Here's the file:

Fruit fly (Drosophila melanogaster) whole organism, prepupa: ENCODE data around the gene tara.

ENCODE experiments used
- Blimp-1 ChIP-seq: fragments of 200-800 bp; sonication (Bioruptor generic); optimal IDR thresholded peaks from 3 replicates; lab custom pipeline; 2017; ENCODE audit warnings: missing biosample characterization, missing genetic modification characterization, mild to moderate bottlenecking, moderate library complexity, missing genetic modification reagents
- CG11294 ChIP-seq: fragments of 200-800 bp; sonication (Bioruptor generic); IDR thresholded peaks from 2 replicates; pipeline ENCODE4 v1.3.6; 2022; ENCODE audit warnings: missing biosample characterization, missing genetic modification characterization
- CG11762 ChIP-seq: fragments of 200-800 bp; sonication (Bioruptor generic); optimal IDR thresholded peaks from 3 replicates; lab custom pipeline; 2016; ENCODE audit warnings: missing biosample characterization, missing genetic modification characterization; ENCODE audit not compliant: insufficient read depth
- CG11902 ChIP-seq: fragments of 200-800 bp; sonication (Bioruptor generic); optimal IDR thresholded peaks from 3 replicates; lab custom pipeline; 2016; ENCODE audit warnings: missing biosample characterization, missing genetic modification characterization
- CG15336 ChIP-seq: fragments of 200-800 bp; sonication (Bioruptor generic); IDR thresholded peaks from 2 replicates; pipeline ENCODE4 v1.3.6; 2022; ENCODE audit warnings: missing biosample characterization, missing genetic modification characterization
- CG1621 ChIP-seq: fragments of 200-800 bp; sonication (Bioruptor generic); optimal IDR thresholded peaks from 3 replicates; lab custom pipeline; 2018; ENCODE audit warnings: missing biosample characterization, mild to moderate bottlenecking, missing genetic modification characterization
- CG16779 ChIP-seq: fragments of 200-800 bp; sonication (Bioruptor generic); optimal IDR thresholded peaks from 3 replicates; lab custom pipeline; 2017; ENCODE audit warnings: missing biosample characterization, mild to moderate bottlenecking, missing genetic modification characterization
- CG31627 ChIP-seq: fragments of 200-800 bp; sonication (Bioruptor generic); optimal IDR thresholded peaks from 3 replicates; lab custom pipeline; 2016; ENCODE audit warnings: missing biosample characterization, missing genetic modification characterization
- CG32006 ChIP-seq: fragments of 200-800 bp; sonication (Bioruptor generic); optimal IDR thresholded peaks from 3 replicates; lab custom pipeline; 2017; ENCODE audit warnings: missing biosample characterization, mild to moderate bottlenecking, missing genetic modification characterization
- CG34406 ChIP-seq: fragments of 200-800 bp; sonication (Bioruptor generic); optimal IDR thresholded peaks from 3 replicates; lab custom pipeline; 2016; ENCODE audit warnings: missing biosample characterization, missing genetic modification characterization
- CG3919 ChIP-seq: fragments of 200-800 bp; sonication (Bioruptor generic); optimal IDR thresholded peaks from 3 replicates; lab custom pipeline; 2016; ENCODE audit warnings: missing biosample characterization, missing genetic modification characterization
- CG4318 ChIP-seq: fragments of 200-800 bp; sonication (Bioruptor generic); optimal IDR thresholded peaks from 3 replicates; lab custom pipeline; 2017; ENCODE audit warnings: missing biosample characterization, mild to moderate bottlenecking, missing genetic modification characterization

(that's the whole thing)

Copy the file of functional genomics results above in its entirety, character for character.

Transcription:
Fruit fly (Drosophila melanogaster) whole organism, prepupa: ENCODE data around the gene tara.

ENCODE experiments used
- Blimp-1 ChIP-seq: fragments of 200-800 bp; sonication (Bioruptor generic); optimal IDR thresholded peaks from 3 replicates; lab custom pipeline; 2017; ENCODE audit warnings: missing biosample characterization, missing genetic modification characterization, mild to moderate bottlenecking, moderate library complexity, missing genetic modification reagents
- CG11294 ChIP-seq: fragments of 200-800 bp; sonication (Bioruptor generic); IDR thresholded peaks from 2 replicates; pipeline ENCODE4 v1.3.6; 2022; ENCODE audit warnings: missing biosample characterization, missing genetic modification characterization
- CG11762 ChIP-seq: fragments of 200-800 bp; sonication (Bioruptor generic); optimal IDR thresholded peaks from 3 replicates; lab custom pipeline; 2016; ENCODE audit warnings: missing biosample characterization, missing genetic modification characterization; ENCODE audit not compliant: insufficient read depth
- CG11902 ChIP-seq: fragments of 200-800 bp; sonication (Bioruptor generic); optimal IDR thresholded peaks from 3 replicates; lab custom pipeline; 2016; ENCODE audit warnings: missing biosample characterization, missing genetic modification characterization
- CG15336 ChIP-seq: fragments of 200-800 bp; sonication (Bioruptor generic); IDR thresholded peaks from 2 replicates; pipeline ENCODE4 v1.3.6; 2022; ENCODE audit warnings: missing biosample characterization, missing genetic modification characterization
- CG1621 ChIP-seq: fragments of 200-800 bp; sonication (Bioruptor generic); optimal IDR thresholded peaks from 3 replicates; lab custom pipeline; 2018; ENCODE audit warnings: missing biosample characterization, mild to moderate bottlenecking, missing genetic modification characterization
- CG16779 ChIP-seq: fragments of 200-800 bp; sonication (Bioruptor generic); optimal IDR thresholded peaks from 3 replicates; lab custom pipeline; 2017; ENCODE audit warnings: missing biosample characterization, mild to moderate bottlenecking, missing genetic modification characterization
- CG31627 ChIP-seq: fragments of 200-800 bp; sonication (Bioruptor generic); optimal IDR thresholded peaks from 3 replicates; lab custom pipeline; 2016; ENCODE audit warnings: missing biosample characterization, missing genetic modification characterization
- CG32006 ChIP-seq: fragments of 200-800 bp; sonication (Bioruptor generic); optimal IDR thresholded peaks from 3 replicates; lab custom pipeline; 2017; ENCODE audit warnings: missing biosample characterization, mild to moderate bottlenecking, missing genetic modification characterization
- CG34406 ChIP-seq: fragments of 200-800 bp; sonication (Bioruptor generic); optimal IDR thresholded peaks from 3 replicates; lab custom pipeline; 2016; ENCODE audit warnings: missing biosample characterization, missing genetic modification characterization
- CG3919 ChIP-seq: fragments of 200-800 bp; sonication (Bioruptor generic); optimal IDR thresholded peaks from 3 replicates; lab custom pipeline; 2016; ENCODE audit warnings: missing biosample characterization, missing genetic modification characterization
- CG4318 ChIP-seq: fragments of 200-800 bp; sonication (Bioruptor generic); optimal IDR thresholded peaks from 3 replicates; lab custom pipeline; 2017; ENCODE audit warnings: missing biosample characterization, mild to moderate bottlenecking, missing genetic modification characterization